CSMBD16-Big Data Analytics

Module Provider: Computer Science
Number of credits: 10 [5 ECTS credits]
Level:7
Terms in which taught: Spring term module
Pre-requisites:
Non-modular pre-requisites:
Co-requisites: CSMCC16 Cloud Computing and CSMDM16 Data Analytics and Mining
Modules excluded:
Current from: 2020/1

Module Convenor: Mr Mohammed Al-Khafajiy

Email: m.d.al-khafajiy@reading.ac.uk

Type of module:

Summary module description:

This module covers the topic of Big Data.


Aims:

The analysis of Big Data is not just the analysis of very large data sources, even though this is part of it. Typically data comprises four aspects, Volume, Velocity, Variety, and Veracity. This view on Big Data is commonly accepted. Volume refers to the actual size of the data, here computationally well scaling methods are needed; Velocity refers to the very fast generation of data, here data stream processing methods are needed for time critical applications; Variety refers to the different types of data, possibly unstructured data such as video streams, click streams or audio files; Veracity refers to the challenge of establishing the trust of decision makers in the Knowledge extracted from Big Data Analytics techniques. 



This unit’s aim is to address these aspects and challenges of Big Data Analytics by introducing scalable parallel data mining algorithms which can be executed on computer clusters such as Hadoop; the introduction of data stream mining techniques and algorithms for the analysis of high velocity data; the introduction to sentiment analysis techniques for unstructured data such as micro-blogging data and social network data; and the introduction of scalable recommender systems. A further aim of the unit is to introduce software systems used for Big Data Analytics such as KNIME, MOA, MapReduce and Spark.


Assessable learning outcomes:


  • The students will be able to discuss, identify and describe challenges of Big Data Analytics. Furthermore the students will be able to appraise relevant algorithms, tools and techniques to tackle these challenges.

  • The students will learn how to apply Big Data Analytics techniques and algorithms to solve challenges in Big Data Analytics.

  • The students will be able to analyse complex Big Data Analytics problems, develop and appraise analytics techniqu es to tackle the problems and evaluate solutions.

  • The students will learn how to redefine and modify solutions from analytics problems, so they can be applied to new but similar problems.


Additional outcomes:

The students will recognise real world applications of Big Data Analytics and also demonstrate how to deploy and evaluate data mining applications for Big Data on computer clusters.


Outline content:


  • Introduction to Big Data Analytics principles and challenges;

  • Data mining techniques and tools for Large Data Set Analysis, in particular parallel data mining techniques;

  • Data mining algorithms and tools for the analysis of fast streaming real time data;

  • Data mining techniques for building recommender systems;

  • Data mining techniques and algorithms for unstructured data analysis.



Reading List: Essential Text:



Data Mining, Concepts and Techniques, (Second Edition) Jiawei Han, Micheline Kamber Morgan Kaufmann Publishers, March 2006. ISBN: 978-1-55860-901-3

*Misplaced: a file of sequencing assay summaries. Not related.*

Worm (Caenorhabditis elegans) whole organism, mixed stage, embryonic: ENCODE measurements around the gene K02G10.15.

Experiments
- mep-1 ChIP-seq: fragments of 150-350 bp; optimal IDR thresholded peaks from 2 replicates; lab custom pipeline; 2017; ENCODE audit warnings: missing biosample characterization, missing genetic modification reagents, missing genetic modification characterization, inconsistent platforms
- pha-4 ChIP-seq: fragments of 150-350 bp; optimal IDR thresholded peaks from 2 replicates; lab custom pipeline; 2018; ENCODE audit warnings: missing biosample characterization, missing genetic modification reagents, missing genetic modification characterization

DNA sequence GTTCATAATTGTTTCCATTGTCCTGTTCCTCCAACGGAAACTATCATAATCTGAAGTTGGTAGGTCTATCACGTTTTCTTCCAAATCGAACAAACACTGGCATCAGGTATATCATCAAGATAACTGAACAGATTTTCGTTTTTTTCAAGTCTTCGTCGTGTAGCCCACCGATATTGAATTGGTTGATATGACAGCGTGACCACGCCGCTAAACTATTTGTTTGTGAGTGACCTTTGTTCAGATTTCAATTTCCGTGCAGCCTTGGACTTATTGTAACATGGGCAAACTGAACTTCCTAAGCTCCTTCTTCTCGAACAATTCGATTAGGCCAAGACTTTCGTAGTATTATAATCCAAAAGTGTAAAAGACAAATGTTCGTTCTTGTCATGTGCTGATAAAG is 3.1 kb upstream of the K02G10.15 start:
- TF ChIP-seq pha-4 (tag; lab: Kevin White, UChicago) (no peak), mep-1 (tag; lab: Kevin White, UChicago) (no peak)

Mahout in Action Sean Owen, Robin Anil, Ted Dunning, and Ellen Friedman ISBN 9781935182689



Further reading:



Data Mining: Practical Machine Learning Tools and Techniques (Second Edition) Ian H. Witten, Eibe Frank

Brief description of teaching and learning methods:

The module comprises lectures and practical sessions. The lectures introduce the basic concepts, methodologies of advanced Data Analytics. Students will gain more insights and skills in the taught subjects through the practical sessions. A project-based assignment will allow students to apply the concepts learned to a practical case.


Contact hours:
  Autumn Spring Summer
Lectures 10
Practicals classes and workshops 10
Guided independent study: 80
       
Total hours by term 0 0
       
Total hours for module 100

Summative Assessment Methods:
Method Percentage
Written exam 50
Project output other than dissertation 50

Summative assessment- Examinations:

One 1.5 hour examine paper in May/June.


Summative assessment- Coursework and in-class tests:

One project-based assignment (50%).


Formative assessment methods:

Penalties for late submission:
Penalties for late submission on this module are in accordance with the University policy. Please refer to page 5 of the Postgraduate Guide to Assessment for further information: http://www.reading.ac.uk/internal/exams/student/exa-guidePG.aspx

Assessment requirements for a pass:

A mark of 50% overall.


Reassessment arrangements:

One 2-hour examination paper in August/September. Note that the resit module mark will be the higher of (a) the mark from this resit exam and (b) an average of this resit exam mark and previous coursework marks, weighted as per the first attempt (50% exam, 50% coursework).  


Additional Costs (specified where applicable):
1) Required text books:
2) Specialist equipment or materials:
3) Specialist clothing, footwear or headgear:
4) Printing and binding:
5) Computers and devices with a particular specification:
6) Travel, accommodation and subsistence:

Last updated: 10 August 2020

THE INFORMATION CONTAINED IN THIS MODULE DESCRIPTION DOES NOT FORM ANY PART OF A STUDENT'S CONTRACT.

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